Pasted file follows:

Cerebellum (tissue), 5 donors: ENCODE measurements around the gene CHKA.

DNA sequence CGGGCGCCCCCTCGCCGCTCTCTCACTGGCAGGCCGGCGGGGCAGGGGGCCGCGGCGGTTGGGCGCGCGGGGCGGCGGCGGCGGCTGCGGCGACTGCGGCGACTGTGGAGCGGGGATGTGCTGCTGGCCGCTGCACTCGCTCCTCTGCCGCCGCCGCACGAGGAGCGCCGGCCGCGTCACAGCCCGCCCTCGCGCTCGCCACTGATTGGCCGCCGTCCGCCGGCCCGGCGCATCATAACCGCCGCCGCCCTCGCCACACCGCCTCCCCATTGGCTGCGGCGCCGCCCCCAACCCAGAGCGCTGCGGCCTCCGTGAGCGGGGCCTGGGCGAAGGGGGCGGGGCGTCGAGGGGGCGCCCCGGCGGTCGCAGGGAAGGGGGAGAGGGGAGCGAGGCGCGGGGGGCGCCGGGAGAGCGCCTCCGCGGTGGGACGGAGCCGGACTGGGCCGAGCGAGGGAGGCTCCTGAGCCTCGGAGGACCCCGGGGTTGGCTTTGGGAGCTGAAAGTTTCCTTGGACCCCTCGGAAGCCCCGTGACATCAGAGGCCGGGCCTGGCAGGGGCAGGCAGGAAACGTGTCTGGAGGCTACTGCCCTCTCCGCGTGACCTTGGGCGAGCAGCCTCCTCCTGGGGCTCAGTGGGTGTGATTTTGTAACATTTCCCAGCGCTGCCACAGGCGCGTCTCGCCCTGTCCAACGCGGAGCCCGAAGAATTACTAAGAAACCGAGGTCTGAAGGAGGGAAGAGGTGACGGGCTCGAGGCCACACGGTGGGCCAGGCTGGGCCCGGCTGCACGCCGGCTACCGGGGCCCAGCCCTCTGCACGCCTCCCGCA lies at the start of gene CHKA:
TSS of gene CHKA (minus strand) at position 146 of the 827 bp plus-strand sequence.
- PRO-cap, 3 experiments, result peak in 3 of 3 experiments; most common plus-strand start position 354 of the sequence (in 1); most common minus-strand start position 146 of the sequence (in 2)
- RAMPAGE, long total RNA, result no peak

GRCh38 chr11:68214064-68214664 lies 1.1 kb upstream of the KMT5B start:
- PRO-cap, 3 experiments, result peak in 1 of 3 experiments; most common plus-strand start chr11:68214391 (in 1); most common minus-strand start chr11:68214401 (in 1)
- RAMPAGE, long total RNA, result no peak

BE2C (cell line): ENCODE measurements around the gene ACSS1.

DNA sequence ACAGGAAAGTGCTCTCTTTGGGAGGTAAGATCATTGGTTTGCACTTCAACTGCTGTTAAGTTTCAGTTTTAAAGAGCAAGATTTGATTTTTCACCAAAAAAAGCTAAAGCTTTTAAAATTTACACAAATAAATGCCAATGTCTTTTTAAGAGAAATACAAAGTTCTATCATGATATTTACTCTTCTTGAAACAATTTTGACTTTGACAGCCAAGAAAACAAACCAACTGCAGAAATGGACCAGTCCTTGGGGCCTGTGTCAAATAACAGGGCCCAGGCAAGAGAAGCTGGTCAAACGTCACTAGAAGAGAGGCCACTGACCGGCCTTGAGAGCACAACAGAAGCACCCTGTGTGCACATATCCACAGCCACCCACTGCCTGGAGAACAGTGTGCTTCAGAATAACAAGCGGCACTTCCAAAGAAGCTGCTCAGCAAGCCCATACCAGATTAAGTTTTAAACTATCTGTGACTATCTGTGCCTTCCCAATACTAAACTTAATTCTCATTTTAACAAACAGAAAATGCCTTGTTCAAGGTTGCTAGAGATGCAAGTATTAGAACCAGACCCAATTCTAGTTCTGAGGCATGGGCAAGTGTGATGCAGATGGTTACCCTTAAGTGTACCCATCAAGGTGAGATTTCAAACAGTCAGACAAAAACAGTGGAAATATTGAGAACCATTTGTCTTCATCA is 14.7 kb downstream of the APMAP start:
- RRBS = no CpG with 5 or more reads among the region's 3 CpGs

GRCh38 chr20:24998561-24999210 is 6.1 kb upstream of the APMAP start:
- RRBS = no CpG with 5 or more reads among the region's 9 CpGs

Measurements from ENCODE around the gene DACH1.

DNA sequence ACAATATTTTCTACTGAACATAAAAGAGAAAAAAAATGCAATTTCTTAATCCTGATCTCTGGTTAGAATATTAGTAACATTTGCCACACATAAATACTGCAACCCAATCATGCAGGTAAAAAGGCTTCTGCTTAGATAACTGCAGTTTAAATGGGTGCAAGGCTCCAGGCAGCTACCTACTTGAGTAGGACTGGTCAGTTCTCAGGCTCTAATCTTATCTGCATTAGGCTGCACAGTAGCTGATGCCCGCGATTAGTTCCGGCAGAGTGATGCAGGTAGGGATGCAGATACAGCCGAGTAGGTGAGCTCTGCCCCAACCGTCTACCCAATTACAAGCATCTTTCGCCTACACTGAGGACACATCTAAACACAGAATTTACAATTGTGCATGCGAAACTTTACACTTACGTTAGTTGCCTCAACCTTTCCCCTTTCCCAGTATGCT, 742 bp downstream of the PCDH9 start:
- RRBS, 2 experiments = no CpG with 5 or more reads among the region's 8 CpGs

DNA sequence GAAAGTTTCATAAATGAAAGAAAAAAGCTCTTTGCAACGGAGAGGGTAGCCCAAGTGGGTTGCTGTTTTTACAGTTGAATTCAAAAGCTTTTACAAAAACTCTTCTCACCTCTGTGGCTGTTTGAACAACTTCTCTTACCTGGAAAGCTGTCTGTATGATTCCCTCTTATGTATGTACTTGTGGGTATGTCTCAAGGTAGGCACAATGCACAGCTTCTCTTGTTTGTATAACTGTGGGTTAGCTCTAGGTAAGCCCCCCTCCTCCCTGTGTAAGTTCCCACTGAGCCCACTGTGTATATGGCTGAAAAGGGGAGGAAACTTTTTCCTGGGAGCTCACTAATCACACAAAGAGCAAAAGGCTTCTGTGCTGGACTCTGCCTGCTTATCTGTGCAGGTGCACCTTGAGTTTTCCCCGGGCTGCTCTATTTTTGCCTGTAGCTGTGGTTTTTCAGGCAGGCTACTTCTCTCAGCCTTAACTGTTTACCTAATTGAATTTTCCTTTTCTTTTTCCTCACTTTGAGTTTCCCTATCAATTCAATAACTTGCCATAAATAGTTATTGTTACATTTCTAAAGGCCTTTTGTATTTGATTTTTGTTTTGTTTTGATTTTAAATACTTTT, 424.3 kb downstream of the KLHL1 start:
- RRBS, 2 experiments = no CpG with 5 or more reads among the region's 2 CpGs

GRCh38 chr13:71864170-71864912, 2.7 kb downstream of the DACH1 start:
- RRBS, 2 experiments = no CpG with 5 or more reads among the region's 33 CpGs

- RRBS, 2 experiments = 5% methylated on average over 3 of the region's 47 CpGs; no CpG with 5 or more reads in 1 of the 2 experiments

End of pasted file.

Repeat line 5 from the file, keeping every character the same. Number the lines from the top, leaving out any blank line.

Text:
- RAMPAGE, long total RNA, result no peak